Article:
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New Arculator and RPCEmu Mac ports released

Published: 17th Aug 2007, 23:47:13 | Permalink | Printable

When old-gen meets next-gen

Arculator on an Apple MacThe latest versions of Tom Walker's Arculator and RPCEmu have been ported to the Intel and PowerPC Apple Mac platforms. Coder Jon Welch has brought the two freely available emulators across to Apple's shiny and expensive computers - allowing punters to run Tom's Archimedes emulator on Mac OS X and his RiscPC emulator on new Intel Macs for the first time.

But Jon warned: "There are still things which need tidying up so the software isn't ready for general release yet."

The RPCEmu port uses a just-in-time compiler to convert ARM code into x86 code, locking it to Intel-powered computers for the moment. There is also no sound or CD-ROM support at the moment, but the emulator can reach the RISC OS 4 desktop. The Arculator port, pictured, will work on both Intel and PowerPC Apple Macs, can reach the RISC OS 3 desktop as well as play games and sound support works.

Jon said: "I have made a start in getting both RPCemu and Arculator running under Mac OS X. Initial findings are good and both programs are now booting to the desktop and running software."

He has also set up support mailing lists and has called on people to help test drive his work to iron out any remaining bugs and problems. The programs can be downloaded from the links below.


Apple Mac Arculator port and its RPCEmu cousin Arculator and RPCEmu homepage

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Arculator works on my G3 with Panther. Slow, but that's to be expected. A G5 should work OK. Useful info: the roms have to have a .ROM file extension. ctrl-option-apple brings up menu

 is a RISC OS Userjess on 18/8/07 8:53PM
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I have now got RPCEmu working on Power PC Mac's (although rather slowly).

I have made a few other tweaks and also got CD-ROM support working.

You can download the new version from the above links.


 is a RISC OS Userg7jjf on 19/8/07 6:47PM
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I've got it running on a iBook, a bit slow but better than not having anything! Thank you!

 is a RISC OS Userstevek on 20/8/07 7:18AM
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> Apple's shiny and expensive computers

[Boggle] And this is different to an Iyonix how, exactly?

Iyonix: £999 Mac mini: £399

(sources: [link] vs. [link] )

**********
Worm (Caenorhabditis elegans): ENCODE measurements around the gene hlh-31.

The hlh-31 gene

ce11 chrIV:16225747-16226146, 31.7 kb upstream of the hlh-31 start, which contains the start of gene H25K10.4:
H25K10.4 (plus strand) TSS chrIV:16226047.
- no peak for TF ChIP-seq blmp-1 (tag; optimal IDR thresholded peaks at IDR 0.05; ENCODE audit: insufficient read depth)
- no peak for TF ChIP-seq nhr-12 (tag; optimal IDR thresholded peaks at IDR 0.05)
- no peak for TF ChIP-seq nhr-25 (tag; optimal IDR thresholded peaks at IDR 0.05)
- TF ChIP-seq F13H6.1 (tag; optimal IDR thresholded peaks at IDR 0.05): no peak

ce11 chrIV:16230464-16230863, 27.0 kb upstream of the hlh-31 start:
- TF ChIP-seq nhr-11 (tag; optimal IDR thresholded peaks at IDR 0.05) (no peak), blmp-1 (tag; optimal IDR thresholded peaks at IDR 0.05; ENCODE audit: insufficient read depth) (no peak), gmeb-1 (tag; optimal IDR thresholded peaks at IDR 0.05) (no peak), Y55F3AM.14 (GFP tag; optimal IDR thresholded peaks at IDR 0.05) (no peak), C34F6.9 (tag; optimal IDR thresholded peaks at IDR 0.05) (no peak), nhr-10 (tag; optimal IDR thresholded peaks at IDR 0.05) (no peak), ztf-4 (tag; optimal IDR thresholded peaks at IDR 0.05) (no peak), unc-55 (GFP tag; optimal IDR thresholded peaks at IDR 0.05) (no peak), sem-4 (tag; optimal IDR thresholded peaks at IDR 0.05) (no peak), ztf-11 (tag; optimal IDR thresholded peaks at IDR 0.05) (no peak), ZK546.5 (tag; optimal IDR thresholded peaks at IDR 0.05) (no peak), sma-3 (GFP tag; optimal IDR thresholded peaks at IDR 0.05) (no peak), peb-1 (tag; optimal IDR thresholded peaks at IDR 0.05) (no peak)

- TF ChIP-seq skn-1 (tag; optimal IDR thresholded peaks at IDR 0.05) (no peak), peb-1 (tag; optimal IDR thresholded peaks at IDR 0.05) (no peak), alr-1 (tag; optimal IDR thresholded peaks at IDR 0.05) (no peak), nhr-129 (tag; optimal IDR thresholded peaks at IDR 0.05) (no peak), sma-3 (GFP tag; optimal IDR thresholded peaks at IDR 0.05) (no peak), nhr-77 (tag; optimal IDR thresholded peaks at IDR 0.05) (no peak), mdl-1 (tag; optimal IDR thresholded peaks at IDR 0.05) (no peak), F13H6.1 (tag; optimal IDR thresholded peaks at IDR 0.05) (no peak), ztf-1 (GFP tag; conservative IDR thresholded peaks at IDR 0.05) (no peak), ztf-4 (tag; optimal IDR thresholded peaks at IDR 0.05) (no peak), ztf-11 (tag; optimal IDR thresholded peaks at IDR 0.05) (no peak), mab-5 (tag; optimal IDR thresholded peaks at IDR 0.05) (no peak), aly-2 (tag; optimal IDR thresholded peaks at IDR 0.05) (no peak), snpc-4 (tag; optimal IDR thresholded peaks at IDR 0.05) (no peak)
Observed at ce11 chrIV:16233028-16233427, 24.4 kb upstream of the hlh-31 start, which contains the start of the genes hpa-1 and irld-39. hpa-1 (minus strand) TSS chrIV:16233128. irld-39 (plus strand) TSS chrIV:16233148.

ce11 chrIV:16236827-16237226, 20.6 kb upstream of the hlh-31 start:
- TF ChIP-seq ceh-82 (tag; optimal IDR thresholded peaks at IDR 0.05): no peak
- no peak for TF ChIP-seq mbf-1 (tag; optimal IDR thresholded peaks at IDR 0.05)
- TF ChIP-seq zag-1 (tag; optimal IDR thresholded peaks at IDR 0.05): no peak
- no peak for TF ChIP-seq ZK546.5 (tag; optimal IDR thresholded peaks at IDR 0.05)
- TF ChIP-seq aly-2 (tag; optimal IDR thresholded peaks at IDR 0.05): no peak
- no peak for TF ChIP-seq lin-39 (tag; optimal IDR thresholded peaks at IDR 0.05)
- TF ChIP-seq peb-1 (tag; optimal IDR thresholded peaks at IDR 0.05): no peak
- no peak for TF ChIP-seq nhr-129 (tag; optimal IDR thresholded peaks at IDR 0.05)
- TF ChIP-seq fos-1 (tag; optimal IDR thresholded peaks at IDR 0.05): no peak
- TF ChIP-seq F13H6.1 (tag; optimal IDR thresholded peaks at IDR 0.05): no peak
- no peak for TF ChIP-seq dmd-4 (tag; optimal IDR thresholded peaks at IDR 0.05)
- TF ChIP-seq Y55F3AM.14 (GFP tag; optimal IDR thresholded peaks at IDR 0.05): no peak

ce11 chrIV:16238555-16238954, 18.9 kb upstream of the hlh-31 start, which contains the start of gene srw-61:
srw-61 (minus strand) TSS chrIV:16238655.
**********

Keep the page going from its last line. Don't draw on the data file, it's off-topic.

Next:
Mac: dual-core 64-bit 1.83GHz CPU, 1GB RAM, 80GB hard disk, CDRW/DVD. Rich, superbly simple & easy to use 64-bit UNIX OS, with web browser, email, diary, address book, audio-video chat, image editing, video editing, word processing, DTP, spreadsheet, presentations, all provided as standard for free. Supports IMAP, Flash, Java, RealPlayer, Windows Media, PDF, out of the box. Supports Ethernet, USB2 & Firewire out of the box. Massive 3rd party software range, plus most Linux GPL apps, and and can run Windows via optional free add-on package.

Iyonix: more than twice the price. Single-core 32-bit system, less than one third of the speed. OS provides GUI, text editor, simple vector drawing app, simple music app. No Internet client as standard, I believe? Partial incomplete Flash support a paid-for 3rd-party extra. Offers no Java, no Real, no Quicktime, no Windows Media. Comes with no productivity apps, I believe? OS can be brought down by a single misbehaving app or frozen by one taking all available CPU time. Small selection of 3rd party apps, mostly commercial, little Free or GPL software.

The Iyonix is much slower, much lower spec, does less, offers less, and costs more than 200% of the Mac's price to buy and yet more to run.

I'm not an Apple advocate here - I'm typing on a generic several-year-old PC running Ubuntu - but come *on,* play fair!

Apple alone currently sells one-sixth of all notebook and portable computers in the USA. I realise the comment was at least in part facetious, but it's not even slightly factual.

RISC OS has its uses, but it is a *very* /seriously/ expensive option today.

You can buy an entry-level Sun Ultra 20 workstation with Solaris for £600. Thw world has moved on. Macs are price-competitive, small cheap PCs are £300, professional high-quality kit starts from six or seven hundred quid. A cheap PC today is a couple of hundred quid. That's with a screen and so on.

 is a RISC OS Userlproven on 29/8/07 6:55PM
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I understand where you're coming from, and the comment in the article did leap out as a bit dangerous. But it's worth pointing out that the Iyonix does come with a bit more than you give it credit for. Looking at your list, it's fair to say that the Iyonix (as standard) comes with:

Superbly simple & easy to use OS (for those that like it), with web browser (Oregano 2), email (Messenger LITE), word processing (Writer+), spreadsheet (Fireworkz Pro) etc.. all provided as standard for free. Supports Gigabit Ethernet, USB2.

(source: [link] )

I'm not disputing that a Mac will be better value for most people (although it doesn't necessarilly follow that Macs aren't expensive), but the Iyonix has always included a surprisingly complete set of productivity apps for free.

 is a RISC OS Userflypig on 29/8/07 9:26PM